I had my heart set on making pizza last night, but discovered I didn’t have any yeast. So I saved time by buying one of those dough-in-a-tube things. I cracked open the tube and unrolled the yellow dough. It was the shape of a cookie sheet.


I don’t know if that shape is supposed to be convenient for me or for them, but I didn’t want a rectangle. If God wanted pizza to be rectangular, he would have shaped Italy like Wyoming. I associate rectangular pizza with Roy’s Pizza in my old home town. Roy’s Pizza was made with boiled hamburger.


So I wadded the dough into a ball, mushed it, then stretched and pulled it out into a…rectangle? Try again.


I wadded it up again and whacked it with my rolling pin, then rolled it out again.




No matter what I did, the dough would return to its original dimensions, as if it had a genetic memory, as if the shape were a Pillsbury trademark.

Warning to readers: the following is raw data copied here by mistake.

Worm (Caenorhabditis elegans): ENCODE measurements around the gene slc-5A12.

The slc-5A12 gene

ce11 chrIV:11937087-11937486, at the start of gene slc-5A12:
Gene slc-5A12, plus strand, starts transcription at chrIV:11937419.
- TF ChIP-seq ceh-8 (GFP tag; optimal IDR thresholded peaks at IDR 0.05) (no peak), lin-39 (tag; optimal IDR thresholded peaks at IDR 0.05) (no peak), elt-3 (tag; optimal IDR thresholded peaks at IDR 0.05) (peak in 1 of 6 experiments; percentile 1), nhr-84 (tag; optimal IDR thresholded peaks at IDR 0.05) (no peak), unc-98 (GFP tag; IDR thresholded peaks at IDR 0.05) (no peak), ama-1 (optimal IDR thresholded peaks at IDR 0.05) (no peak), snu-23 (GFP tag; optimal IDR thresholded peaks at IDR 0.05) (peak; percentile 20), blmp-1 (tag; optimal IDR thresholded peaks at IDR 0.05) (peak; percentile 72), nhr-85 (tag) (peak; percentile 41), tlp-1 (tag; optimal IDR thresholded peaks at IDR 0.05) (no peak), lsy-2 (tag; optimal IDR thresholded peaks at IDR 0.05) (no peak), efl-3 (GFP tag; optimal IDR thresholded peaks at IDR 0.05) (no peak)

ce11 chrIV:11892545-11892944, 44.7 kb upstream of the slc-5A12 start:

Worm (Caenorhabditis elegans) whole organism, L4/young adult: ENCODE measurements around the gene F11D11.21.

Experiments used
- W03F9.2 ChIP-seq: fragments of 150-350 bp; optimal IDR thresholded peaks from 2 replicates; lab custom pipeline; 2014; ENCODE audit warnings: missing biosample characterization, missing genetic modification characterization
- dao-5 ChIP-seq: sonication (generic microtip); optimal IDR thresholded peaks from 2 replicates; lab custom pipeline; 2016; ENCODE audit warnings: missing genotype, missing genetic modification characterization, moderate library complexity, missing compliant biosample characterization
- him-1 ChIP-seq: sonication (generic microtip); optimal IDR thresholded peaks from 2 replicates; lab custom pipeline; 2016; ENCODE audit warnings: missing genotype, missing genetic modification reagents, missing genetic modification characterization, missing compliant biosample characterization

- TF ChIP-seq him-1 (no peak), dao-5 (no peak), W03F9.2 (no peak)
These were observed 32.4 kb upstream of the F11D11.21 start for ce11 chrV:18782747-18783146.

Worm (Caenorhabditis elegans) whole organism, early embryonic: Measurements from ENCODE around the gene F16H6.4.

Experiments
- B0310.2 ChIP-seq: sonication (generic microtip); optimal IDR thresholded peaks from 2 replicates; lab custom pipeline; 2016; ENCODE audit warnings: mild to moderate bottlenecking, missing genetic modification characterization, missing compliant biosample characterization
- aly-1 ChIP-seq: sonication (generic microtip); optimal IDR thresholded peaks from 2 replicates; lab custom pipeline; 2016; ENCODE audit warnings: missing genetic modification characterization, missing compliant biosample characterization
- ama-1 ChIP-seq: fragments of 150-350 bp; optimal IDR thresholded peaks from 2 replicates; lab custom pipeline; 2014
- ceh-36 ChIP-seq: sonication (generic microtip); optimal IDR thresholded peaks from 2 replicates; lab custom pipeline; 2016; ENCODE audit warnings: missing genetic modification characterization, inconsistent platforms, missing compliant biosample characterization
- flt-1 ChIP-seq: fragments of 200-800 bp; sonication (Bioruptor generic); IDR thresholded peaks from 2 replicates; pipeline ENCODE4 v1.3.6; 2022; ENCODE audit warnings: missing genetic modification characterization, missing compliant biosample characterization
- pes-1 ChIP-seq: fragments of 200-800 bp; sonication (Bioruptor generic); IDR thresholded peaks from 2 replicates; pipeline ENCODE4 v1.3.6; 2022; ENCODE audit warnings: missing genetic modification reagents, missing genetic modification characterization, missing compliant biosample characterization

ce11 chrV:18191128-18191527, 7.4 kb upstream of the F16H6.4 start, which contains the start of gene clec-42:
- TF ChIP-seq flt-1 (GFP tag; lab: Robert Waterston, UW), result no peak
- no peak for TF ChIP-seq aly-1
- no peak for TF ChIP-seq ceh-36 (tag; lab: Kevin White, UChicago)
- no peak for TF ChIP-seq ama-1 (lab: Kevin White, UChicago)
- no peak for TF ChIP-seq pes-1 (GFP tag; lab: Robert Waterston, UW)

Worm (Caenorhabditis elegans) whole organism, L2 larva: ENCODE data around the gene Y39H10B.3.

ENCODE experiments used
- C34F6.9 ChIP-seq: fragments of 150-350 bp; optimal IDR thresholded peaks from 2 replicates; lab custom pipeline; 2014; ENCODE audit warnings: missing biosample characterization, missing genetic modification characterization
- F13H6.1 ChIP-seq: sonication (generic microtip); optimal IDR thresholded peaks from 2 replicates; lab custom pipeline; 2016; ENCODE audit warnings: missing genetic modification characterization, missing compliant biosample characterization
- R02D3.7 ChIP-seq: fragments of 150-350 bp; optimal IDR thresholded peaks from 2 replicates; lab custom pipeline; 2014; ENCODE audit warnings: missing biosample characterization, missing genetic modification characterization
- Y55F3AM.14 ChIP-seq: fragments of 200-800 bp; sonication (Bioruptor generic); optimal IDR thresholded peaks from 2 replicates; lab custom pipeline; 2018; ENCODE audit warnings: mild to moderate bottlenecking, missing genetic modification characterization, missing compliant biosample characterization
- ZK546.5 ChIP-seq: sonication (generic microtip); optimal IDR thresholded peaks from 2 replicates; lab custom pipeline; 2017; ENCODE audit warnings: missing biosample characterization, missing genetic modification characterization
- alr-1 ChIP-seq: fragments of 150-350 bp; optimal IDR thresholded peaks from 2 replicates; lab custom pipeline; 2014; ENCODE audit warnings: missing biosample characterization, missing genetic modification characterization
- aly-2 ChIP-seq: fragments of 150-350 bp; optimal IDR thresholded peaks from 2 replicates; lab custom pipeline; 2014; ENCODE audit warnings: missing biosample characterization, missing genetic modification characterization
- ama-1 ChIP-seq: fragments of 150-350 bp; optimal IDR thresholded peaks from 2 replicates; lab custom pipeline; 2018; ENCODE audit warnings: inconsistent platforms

Any other time I’d be proud to be able to roll a sphere of dough into perfect corners. It ought to be impossible, but here I was, so good at it I couldn’t stop doing it. Now it was personal. I didn’t want no skanky Roy-ass rectangle pizza.


Laura touched my shoulder as gently as if it were a mousetrap and whispered, “Michael, relax. Deep breath. Count to ten. Cooking is fun.”


It is only the second time in my life that I have actually counted to ten. The other time was also in the kitchen.


I whacked, kneaded, wheedled, stretched and rolled to a draw. It was certainly not a circle, and one might see hints of a parallelogram, but the finished shape was mostly amoebic. Laura thought it looked like a slug. But definitely not a rectangle.


The overworked crust turned out as light and flaky as slap leather. It tasted rectangular.


This morning I lifted my head from my rectangular pillow, rose from my rectangular bed, shuffled out of my rectangular bedroom and saw my rectangular morning hair in my rectangular bathroom mirror. I had eaten a rectangle, and now I felt like The Fly.


As I write this I notice that, although my Macintosh computer screen is distinctly rectangular, the computer itself is shaped exactly like a ball of dough.


About Michael Campbell
Michael Campbell is a regular humor columnist for